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Sarcopenia Ageing Trial

Sarcopenia Ageing Trial
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The Multidimensional Effect of Exercise and Nutritional Interventions on Musculoskeletal Function, Nutritional Status and Quality of Life in Age-Related Sarcopenia

Short Title: Exercise and Nutrition Interventions in Age-related Sarcopenia

With ever-increasing life expectancy among older adults, Sarcopenia; the age-related loss of muscle mass, strength, and physical functioning, has received growing research attention. The ageing process of muscle, affects human function through loss of skeletal muscle mass, strength, and power and hence reducing the functional capacity of older individuals. This limits the ability of performing everyday tasks such as stair climbing, chair rising, and carrying groceries leading to markedly diminished quality of life. In addition, the age-related decline in physical functioning is associated with debilitating health issues in terms of disability, morbidity and mortality. Hence, sarcopenia places an ever-growing financial burden on the community services, NHS in particular. Of various interventions suggested for combating sarcopenia, limited existing evidence only supports exercise- and nutrition-related remedies. Hence, the objective of this study is to generate a comprehensive understanding of multidimensional health benefits of selected exercise and nutrition interventions on musculoskeletal function, nutritional status and quality of life in elderly adults.

This randomised, controlled trial will be conducted in the new laboratories of School of Health Sciences, Liverpool Hope University, and recruiting healthy older adults (>60 yrs) from the community. An array of measurements will be used to evaluate key components of physical, psychological, nutritional, metabolic and health-related quality of life factors, before and after, either individual or combined exercise and nutrition interventions. Key measurements will include body composition, physical performance, nutritional status, metabolic biomarkers, cardiovascular health, functional capacity and fitness level, muscles strength and power, muscle fatigue, mental status, and quality of life. All above measures are frequently and safely used within the research setting with minimal discomfort and risk. The study aims to produce compelling evidence of the multidimensional health benefits of exercise and nutrition on sarcopenia; to healthy ageing and enhance quality of life among the ageing population.

Research fellows

Mr Ben Kirk BSc, MSc

PhD Fellow in the School of Health Sciences studying the effects of exercise and nutritional interventions on; body composition, musculoskeletal functioning and metabolic health in age-related sarcopenia. Mr Kirk has a first class honours BSc in Sport and Exercise Science from the University of Abertay, Dundee and an MSc with distinction in Clinical and Exercise Physiology from Northumbria University. He is passionate about the science of building muscle and losing fat in both athletic/clinical populations, and is currently a Performance Nutritionist for a GB Heptathlete and a REPS registered Exercise Trainer.

Miss Kate Mooney BA, MSc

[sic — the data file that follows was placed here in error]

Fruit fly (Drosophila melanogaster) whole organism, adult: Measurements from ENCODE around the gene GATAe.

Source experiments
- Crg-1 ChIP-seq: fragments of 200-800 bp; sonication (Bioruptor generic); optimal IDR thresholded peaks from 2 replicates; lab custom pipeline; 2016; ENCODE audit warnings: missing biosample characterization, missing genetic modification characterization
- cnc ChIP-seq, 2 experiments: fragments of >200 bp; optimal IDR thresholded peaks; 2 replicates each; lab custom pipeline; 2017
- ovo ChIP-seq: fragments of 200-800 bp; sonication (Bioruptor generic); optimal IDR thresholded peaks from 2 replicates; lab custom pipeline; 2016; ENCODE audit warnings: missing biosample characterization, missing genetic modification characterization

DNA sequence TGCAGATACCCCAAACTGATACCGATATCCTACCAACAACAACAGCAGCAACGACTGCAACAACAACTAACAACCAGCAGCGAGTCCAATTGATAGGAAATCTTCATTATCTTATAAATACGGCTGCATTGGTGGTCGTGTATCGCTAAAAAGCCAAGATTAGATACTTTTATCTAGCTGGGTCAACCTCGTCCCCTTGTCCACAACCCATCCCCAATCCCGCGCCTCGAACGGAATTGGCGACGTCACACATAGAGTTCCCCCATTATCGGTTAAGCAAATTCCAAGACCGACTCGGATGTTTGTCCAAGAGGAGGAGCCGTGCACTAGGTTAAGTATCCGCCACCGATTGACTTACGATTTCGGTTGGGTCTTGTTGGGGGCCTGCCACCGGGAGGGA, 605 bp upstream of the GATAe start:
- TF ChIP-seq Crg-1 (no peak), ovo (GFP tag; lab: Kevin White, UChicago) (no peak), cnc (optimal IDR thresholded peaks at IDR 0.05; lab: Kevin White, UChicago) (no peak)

PhD Fellow in the School of Health Sciences investigating the effects of exercise and nutritional interventions on musculoskeletal function and quality of life in age-related sarcopenia. Miss Mooney holds an MSc in Exercise and Nutrition Science from the University of Chester, a postgraduate certificate in Biopharmaceutical Science from the Institute of Technology, Sligo and a BA in Science with moderatorship in Chemistry from Trinity College, Dublin. Whilst undertaking her BA Miss Mooney completed an Erasmus programme at the Universidad de Alcalá, Madrid in organic chemistry and cancer research.


Dr Farzad Amirabdollahian BSc, PhD, RNutr

Associate Professor and Subject Leader for Nutrition in the School of Health Sciences. Dr Amirabdollahian has a first class BSc in Nutrition, postgraduate teaching qualification with distinction and PhD in Nutrition. He has worked as health promotion officer, nutritionist and teacher in private and public sectors. He has also previously worked as a research assistant and lecturer in several British universities. He has a wide range of teaching and research experiences, has published extensively and is a member of Nutrition Society, Zinc UK Scientists and World Public Health Nutrition Association. Lastly, he is a Fellow of the Royal Society for Public Health, Fellow of the Higher Education Academy and a Registered Nutritionist.

Dr Omid Alizadehkhaiyat MD, PhD

Associate Professor, Deputy Head and Director of Research at the School of Health Sciences. Dr Alizadehkhaiyat joined Liverpool Hope University in 2013 following 7-years clinical research at the University of Liverpool. He is also a fully GMC-registered medical practitioner and holds honorary contracts with the Royal Liverpool and Broadgreen University Hospital NHS Trusts (Orthopaedic and Trauma), as well as, an honorary research contract (Clinical Research Fellow) with the University of Liverpool. His main areas of research include multidisciplinary evaluation of ‘Neuromuscular Function’ in healthy populations, patients/athletes with musculoskeletal conditions, ageing, and use of electromyographic (EMG) and kinematic measurements during sporting activities.


The Liverpool Hope University - Sarcopenia Ageing Trial (LHU-SAT) is based in the School of Health Sciences, Hope Park, Liverpool, L16 9JD.

For directions please visit our how to find us page.

For further enquiries please contact either:

Mr Ben Kirk Tel: 0151 291 3815 Email: 
Miss Kate Mooney Tel: 0151 291 3815 Email: 

Please also visit our Twitter (@HopeHealthyAgeing) and Facebook (@StudyAgeing) pages, to more closely follow the progress of the study.